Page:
From: Frank Rothera
I am looking for a starboard aileron as a strategic spare. My outboard hinge pin is beginning to click and sooner or later it will have to be replaced.
From: “Bill Fisher”
Date: 7 August 2013
I got to wondering if we under value our Vintage Pipers in the UK.
Looking at Trade-A-Plane you will find PA-18’s offered at prices up to $170,000, and there are certainly plenty at over $100,000 yet few owners in UK would consider their aircraft to be worth £60,000.
The value of PA22s are even less, yet a Tri-Pacer will take two adults and two children into most places that you can take a Super Cub. Why are they less valued?
The guy who rebuilt my Super Pacer G-BSED told me he sold it for £51,000 which is not unrealistic for an aircraft which has been re-covered, has a good engine and avionics and a new interior, yet some owners will say that they would struggle to get £25,000 for their aircraft.
What do others think ?
From: lukas van vuuren
Date: 26 July 2013 20:04:27 BST
Subject: DATA PLATE ON 1946 J3C-65
I would very much like any information on DATA PLATE for the CUB.
Any photos from members of plates in their cubs and what should be in the spaces on the plate would be appreciated.
Are they engraved or stamped in? What needs to be in the engine space even if the engine has being changed to a 0-200.
Any information will be appreciated.
As reported on the List last week many of the premium grades of mogas fuel are now compliant with British Standard EN228 and therefore are useable in cleared aircraft/engine combinations as detailed in the CAA document GC5 in CAP747 providing that the fuel doesn’t contain alcohol (ethanol). Not only that, unlike the regular grades of unleaded mogas, over much of the country the premium grades do not contain alcohol. However, it remains the user’s responsibility to test for the presence of alcohol before any mogas is used in aircraft and there are kits commercially available to do just this. Some of these kits consist of a test bottle that contains a small quantity of dye, the dye dissolving and colouring any fuel sample that does have alcohol present. The problem with this is that following any positive result the bottle cannot be re-used. I’ve often wondered, no doubt like many others have, what the dye is so that I could make my own test kit and I seem to have found an answer to this question. Just an case you think me some sort of a research chemist I can assure you that I’m not…I got the clue to this from across the Atlantic via the Internet!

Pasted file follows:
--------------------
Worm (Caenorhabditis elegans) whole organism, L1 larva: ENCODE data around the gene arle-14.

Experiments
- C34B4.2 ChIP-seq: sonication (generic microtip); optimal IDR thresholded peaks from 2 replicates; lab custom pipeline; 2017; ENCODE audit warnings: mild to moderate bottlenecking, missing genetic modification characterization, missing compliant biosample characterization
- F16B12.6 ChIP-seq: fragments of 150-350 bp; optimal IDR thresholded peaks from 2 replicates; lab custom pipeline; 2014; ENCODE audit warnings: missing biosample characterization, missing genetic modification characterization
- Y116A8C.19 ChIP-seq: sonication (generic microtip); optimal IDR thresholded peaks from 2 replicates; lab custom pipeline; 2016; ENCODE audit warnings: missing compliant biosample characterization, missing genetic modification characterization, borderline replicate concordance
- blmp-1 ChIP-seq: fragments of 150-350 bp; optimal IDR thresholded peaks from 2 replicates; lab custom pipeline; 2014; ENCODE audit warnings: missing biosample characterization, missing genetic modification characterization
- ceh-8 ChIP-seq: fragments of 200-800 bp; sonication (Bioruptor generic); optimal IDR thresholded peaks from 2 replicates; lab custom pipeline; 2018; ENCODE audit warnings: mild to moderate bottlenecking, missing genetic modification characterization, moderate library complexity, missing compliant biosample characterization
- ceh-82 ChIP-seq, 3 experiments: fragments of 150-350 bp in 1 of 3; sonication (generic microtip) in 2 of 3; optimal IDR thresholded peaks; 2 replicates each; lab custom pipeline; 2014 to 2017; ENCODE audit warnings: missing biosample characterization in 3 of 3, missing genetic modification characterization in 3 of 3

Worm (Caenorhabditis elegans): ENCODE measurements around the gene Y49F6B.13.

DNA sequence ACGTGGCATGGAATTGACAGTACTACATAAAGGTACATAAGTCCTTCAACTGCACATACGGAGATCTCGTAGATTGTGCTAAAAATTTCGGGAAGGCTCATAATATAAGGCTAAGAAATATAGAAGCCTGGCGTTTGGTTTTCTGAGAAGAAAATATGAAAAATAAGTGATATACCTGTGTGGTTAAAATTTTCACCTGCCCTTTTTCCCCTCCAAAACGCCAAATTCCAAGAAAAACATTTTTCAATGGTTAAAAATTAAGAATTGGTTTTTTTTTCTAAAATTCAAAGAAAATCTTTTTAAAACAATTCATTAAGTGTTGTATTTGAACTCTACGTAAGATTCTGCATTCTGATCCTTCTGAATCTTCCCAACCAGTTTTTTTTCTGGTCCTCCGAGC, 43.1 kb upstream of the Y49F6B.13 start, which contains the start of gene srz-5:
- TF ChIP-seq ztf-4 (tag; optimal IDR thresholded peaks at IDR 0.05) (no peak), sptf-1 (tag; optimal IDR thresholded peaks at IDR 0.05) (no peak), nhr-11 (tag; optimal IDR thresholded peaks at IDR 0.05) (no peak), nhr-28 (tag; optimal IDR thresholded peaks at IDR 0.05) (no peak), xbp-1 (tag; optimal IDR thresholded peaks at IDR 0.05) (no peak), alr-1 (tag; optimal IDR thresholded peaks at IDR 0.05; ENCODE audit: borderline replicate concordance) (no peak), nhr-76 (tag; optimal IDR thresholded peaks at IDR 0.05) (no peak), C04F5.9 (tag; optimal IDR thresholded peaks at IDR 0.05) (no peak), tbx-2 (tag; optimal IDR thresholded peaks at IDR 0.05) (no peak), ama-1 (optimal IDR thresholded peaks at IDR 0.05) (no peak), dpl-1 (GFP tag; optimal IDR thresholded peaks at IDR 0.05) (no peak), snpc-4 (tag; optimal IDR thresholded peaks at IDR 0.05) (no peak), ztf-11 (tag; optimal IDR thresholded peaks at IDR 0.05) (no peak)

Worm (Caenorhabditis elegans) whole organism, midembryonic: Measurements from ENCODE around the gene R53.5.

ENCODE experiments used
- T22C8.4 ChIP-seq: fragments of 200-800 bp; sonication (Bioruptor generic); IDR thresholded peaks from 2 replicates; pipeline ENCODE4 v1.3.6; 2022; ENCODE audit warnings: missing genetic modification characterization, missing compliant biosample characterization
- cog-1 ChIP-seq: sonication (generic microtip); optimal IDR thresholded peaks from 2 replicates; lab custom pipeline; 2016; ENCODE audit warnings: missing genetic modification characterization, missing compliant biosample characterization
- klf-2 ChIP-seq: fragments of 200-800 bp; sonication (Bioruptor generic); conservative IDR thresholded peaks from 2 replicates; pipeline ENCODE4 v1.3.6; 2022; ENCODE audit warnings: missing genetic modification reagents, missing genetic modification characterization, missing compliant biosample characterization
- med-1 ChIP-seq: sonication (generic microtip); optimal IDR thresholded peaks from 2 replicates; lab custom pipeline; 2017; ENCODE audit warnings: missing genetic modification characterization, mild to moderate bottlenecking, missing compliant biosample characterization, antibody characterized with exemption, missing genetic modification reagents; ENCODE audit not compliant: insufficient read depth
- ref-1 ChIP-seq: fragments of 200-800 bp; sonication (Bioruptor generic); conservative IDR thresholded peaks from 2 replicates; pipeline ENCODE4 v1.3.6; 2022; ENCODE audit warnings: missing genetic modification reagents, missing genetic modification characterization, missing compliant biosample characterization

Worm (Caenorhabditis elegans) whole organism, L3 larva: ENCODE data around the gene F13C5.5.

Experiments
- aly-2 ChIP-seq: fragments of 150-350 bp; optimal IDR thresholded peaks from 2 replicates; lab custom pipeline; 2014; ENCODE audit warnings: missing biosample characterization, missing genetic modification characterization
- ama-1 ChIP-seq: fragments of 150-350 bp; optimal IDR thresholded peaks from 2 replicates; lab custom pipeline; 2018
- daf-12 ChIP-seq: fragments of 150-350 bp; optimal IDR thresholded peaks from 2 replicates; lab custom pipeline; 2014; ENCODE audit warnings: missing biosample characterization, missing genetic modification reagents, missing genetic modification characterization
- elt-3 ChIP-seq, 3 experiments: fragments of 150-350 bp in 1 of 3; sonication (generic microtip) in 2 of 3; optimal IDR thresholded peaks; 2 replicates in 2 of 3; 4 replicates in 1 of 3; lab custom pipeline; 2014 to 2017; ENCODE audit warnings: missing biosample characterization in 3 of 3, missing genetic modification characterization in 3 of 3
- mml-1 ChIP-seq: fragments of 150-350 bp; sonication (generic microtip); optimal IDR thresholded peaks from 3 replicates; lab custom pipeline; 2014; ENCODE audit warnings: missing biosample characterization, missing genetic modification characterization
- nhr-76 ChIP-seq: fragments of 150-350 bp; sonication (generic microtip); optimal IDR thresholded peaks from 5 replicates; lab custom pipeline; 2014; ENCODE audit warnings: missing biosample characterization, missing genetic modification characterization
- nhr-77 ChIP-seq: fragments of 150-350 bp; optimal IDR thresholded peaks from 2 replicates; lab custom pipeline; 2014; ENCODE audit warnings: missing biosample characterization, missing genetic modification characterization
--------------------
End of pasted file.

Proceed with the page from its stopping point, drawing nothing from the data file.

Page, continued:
Sooo, in a couple of words the answer is food dye….it’s a simple as that. The dye will dissolve and discolour fuel that contains alcohol, but it will stay separate if the fuel is free of alcohol as shown in the photos that I have just taken. The sample jar on the left contains fuel that is alcohol-free and that on the right does contain alcohol (it’s regular mogas destined for use in the lawn-mower). Therefore, my DIY alcohol testing kit is simply a jar that contains a small quantity (a few small drops) of bright food dye and before I commit to buying a tank-load of mogas I will add a small sample of the fuel to my jar. Should the sample stay clear with the dye remaining on the bottom as separate globules then the fuel is alcohol-free, but if the sample turns green then it does contain alcohol and cannot be used in an aircraft. The only question now remaining is how much does the food dye cost and I must admit that I don’t know the answer to this one, but one thing is for sure, it is definitely a whole lot cheaper than the cost of an official aviation fuel testing kit! (Well…I was born in Yorkshire) and it is much more practical than performing the “water in a tube” test. I hope that you find this useful.
P.S. Considering the hassle of using mogas/jerry cans etc compared with the ease of avgas straight from the airfield’s pump I did a few sums. For an aircraft that flies 100 hours a year burning 25 litres per hour the cost saving made by using premium mogas at £140.9/ ltr compared with a very “inexpensive” avgas at £1.81/ ltr is in the order £1000 per annum. Makes you think!
The L18C I’ve purchased now appears to have a very tired engine.
It’s has a C90 at the moment and I’ve been told the crank is difficult to source. I’ve been quoted a ridiculous amount to rebuild it.
The numbers are close to a new 0200 lightweight.
Does anyone have or know of a reasonably priced good engine, either a C90 or O200.